Unconscious and Uncomfortable Learning
by Catherine Curry
Learning goes beyond its traditional meaning - learning happens also when the mentor find itself in an uncomfortable or confusing situation. The author draws on persona experience from Bryn Mawr's Praxis program.
In the process of learning to bean educator, the importance of being a learner is both obvious and inescapable. Without being open minded and willing to gain new knowledge and understanding becoming an effective teacher is difficult, possibly impossible. Bryn Mawr College's Praxis program is an invaluable part of this educative process. It provides students with the chance to work in a classroom environment and gain hands on knowledge about teaching. However, the challenge becomes striking the near impossible balance between asking for help and trying to learn without feeling like a burden or invaluable part of the process. As participants in the Praxis program the goal is to learn through action by being an active observer, participant, or member of the classroom/learning environment. There are many ways to create space and attempt to ask questions without altering the relationship between the student and staff member. However, what is most important and perhaps most difficult as a student in the Praxis program is to accept the idea of unconscious learning and recognize that sometimes the discomfort and frustration in the classroom result in the greatest tools a teacher can have.
The reality is that all too often teachers are not given proper training and tools. Theoretically students are prepared to deal with any situation but the reality of a classroom can be drastically different than the pages of a book. This preparation takes the form of theoretical knowledge, of planned activities, and an arsenal of techniques that may or may not work in the reality of the classroom. No matter how many times students read the words of John Dewey or Freire there will always be situations that are simply unpredictable: "...very little practical advice is offered to teachers." This is one of the reasons that the Praxis program is essential to the education program.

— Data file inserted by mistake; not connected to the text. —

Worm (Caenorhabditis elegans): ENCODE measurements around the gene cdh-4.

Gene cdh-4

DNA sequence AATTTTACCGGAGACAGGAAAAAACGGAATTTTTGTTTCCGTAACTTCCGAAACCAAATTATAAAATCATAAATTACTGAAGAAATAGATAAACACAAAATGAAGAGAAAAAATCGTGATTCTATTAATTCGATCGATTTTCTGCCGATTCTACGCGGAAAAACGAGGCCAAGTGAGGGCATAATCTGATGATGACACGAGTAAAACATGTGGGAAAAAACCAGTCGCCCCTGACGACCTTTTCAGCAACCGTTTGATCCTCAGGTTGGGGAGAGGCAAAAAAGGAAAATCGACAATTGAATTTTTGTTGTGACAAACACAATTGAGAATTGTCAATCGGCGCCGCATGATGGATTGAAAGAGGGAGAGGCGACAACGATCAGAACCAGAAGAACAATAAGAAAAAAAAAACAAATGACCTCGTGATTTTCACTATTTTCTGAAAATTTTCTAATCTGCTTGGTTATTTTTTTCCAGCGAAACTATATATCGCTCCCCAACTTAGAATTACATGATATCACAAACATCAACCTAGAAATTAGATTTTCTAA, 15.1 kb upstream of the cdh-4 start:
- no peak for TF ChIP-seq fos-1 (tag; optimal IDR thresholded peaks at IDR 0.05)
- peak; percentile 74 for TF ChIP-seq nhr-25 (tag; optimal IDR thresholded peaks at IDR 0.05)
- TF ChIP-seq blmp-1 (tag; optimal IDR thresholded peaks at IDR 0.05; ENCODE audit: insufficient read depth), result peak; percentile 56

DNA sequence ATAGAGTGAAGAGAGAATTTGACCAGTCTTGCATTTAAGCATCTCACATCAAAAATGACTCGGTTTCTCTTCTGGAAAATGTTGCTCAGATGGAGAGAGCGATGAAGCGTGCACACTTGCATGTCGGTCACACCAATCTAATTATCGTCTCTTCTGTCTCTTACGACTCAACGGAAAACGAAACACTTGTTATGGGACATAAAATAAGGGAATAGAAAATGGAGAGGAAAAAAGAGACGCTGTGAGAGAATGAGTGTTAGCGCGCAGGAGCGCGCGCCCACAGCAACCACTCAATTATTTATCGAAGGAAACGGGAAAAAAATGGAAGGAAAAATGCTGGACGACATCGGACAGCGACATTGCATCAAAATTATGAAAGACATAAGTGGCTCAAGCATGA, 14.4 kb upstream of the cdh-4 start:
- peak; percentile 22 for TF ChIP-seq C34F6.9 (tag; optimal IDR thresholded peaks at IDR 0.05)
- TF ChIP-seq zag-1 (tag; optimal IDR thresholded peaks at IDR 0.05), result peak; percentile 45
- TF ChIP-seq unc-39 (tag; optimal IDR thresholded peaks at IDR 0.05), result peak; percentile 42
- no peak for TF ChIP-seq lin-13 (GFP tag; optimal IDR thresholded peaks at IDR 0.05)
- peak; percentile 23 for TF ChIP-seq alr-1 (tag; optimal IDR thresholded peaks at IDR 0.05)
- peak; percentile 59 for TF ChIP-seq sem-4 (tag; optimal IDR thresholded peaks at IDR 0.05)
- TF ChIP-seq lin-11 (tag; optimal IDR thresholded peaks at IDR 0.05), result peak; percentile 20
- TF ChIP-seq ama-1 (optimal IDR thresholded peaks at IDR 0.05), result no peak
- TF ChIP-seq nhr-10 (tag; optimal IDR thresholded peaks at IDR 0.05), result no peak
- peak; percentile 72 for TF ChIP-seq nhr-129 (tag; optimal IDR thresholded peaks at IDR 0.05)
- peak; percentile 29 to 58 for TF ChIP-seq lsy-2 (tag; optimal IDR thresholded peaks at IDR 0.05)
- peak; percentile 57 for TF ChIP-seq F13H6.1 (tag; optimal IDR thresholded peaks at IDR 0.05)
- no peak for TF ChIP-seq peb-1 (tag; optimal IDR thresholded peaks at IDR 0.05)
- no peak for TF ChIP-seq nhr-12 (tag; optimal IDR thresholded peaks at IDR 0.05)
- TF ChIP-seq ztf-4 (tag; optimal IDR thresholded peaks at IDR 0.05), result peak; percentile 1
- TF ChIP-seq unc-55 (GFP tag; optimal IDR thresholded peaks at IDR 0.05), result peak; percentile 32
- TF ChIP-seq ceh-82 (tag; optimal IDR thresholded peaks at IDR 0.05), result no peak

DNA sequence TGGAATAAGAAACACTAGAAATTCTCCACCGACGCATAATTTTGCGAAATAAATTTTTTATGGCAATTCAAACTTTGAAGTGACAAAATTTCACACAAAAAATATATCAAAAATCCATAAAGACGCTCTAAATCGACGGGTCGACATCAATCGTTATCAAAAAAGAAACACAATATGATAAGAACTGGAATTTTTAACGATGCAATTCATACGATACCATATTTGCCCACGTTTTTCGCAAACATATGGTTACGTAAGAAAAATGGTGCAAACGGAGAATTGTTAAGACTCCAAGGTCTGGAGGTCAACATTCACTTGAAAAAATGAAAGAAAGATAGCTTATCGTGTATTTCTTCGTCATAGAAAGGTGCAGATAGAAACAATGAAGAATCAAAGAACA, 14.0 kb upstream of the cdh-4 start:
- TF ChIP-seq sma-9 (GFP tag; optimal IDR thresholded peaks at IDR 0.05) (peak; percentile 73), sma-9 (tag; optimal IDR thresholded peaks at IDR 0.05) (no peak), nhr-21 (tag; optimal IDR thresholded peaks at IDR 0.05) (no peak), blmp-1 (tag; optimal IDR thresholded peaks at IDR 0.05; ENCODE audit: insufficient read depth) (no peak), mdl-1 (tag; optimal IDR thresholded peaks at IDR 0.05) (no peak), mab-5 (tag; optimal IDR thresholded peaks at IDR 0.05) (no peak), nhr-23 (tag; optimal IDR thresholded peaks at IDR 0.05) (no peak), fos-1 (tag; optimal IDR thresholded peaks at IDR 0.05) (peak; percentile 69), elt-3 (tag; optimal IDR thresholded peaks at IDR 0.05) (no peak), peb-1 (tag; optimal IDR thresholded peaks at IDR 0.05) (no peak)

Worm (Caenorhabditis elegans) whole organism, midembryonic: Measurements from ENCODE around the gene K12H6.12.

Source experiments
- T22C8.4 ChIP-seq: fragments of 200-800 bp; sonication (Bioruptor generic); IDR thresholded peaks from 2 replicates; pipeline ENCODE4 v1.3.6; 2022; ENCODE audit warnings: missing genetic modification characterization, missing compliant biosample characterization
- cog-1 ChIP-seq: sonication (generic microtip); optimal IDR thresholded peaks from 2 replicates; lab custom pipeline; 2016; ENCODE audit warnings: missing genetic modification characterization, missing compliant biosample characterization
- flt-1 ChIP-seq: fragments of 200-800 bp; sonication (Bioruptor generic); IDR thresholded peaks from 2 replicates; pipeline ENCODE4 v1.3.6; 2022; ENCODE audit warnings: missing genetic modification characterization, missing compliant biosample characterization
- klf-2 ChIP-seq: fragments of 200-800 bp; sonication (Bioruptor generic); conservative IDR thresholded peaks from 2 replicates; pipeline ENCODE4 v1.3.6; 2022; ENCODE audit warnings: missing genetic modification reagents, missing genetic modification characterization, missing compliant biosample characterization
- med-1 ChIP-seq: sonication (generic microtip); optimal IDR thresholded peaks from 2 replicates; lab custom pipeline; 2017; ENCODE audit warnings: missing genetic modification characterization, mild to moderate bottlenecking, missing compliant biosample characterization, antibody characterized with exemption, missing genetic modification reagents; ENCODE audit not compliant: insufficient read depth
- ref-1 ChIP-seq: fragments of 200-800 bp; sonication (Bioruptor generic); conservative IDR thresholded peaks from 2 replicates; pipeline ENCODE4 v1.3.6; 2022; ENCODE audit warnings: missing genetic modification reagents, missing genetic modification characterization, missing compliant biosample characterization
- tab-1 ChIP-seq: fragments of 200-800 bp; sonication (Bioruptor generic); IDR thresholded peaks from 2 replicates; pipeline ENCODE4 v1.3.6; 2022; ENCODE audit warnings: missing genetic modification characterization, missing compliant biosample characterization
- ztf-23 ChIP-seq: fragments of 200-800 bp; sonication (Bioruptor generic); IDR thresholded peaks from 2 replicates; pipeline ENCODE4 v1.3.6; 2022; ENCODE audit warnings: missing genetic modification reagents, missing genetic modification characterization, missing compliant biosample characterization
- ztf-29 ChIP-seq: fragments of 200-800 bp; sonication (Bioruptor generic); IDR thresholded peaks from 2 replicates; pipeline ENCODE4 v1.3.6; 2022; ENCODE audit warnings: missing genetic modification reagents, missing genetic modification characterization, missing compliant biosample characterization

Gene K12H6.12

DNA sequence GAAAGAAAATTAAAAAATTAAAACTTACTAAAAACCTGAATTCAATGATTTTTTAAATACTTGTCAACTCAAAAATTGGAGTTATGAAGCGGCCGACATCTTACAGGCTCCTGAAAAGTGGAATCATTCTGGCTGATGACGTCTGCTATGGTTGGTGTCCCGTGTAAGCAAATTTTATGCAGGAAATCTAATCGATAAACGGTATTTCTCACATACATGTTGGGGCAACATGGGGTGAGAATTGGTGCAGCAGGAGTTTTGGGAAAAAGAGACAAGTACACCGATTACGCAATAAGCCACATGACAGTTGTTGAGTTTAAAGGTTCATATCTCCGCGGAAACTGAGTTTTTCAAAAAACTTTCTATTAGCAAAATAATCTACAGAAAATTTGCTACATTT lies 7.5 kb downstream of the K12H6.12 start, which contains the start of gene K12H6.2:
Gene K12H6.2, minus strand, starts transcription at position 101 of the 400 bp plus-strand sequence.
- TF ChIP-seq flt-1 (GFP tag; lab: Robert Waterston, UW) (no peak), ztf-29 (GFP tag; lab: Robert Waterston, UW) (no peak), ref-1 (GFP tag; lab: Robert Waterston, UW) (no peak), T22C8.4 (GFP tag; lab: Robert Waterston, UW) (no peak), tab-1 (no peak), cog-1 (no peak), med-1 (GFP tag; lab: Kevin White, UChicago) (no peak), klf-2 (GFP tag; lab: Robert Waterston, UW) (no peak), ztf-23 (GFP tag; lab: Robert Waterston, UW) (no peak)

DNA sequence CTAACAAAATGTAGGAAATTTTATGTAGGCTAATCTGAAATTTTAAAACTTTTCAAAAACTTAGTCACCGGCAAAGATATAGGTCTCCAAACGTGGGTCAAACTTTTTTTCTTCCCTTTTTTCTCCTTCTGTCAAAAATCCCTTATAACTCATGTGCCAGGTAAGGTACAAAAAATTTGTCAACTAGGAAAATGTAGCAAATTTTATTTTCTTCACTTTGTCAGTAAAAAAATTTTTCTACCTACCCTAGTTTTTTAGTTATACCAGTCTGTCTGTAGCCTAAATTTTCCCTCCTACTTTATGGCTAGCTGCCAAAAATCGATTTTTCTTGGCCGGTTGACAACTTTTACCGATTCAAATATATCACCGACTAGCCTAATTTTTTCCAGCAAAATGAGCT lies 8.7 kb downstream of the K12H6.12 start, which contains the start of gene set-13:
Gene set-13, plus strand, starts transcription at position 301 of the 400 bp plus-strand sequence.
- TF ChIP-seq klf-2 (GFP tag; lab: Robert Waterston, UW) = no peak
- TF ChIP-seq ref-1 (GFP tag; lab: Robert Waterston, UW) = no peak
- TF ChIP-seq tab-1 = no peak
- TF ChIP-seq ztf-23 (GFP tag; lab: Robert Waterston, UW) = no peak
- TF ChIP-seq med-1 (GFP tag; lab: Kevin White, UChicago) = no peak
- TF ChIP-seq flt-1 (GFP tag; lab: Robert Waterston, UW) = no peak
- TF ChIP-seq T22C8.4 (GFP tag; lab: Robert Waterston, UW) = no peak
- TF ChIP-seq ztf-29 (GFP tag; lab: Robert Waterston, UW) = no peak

The Praxis experience is one that demands flexibility and demands an open mind. One of the most challenging aspects of these classes is the challenge of being a learner and being a teacher, of feeling comfortable asking question and expressing insecurities without feeling inferior or insecure. Feeling comfortable enough to ask these questions is critical as questions provide students with the greatest opportunity to learn and grow: "We mean that all learners, both students and mentors, best serve their curiosity by continuing to become informed about what they want to know and about what they believe most deeply they already know." Curiosity and insecurity can be positives;, they allow students to grow and change. However, what becomes challenging is knowing when to express these questions and how to express them without becoming a distraction. For example, while working in an ESL program with adult learners I was asked to teach a class using a few newspapers. I was given no further instructions and immediately was overwhelmed with nerves. I told the women to each take a paper and being to read the caption of a photograph. I then left the room and found one of the teachers in charge. Seeing that she was not busy I asked for a few clarifying details and returned to my teaching post reassured. This was an opportunity for learning that was comfortable and appropriate.
Creating an environment that is comfortable and open is critical in the Praxis program. The right kind of relationship with the Praxis location and staff can provide the opportunity for extensive communication and learning. Often there is more than one person at the Praxis placement who can help answer questions and be a mentor through the process. Finding a time before of after a class or mentoring/tutoring process beings can be a time to ask questions or talk about the need to ask questions. Letting people know in a more private setting that questions have been arising and you are not necessarily comfortable disrupting class to ask them. Some teachers and advisors will say that the student should feel comfortable asking questions. Others will set aside time at the beginning or end of the day for questions.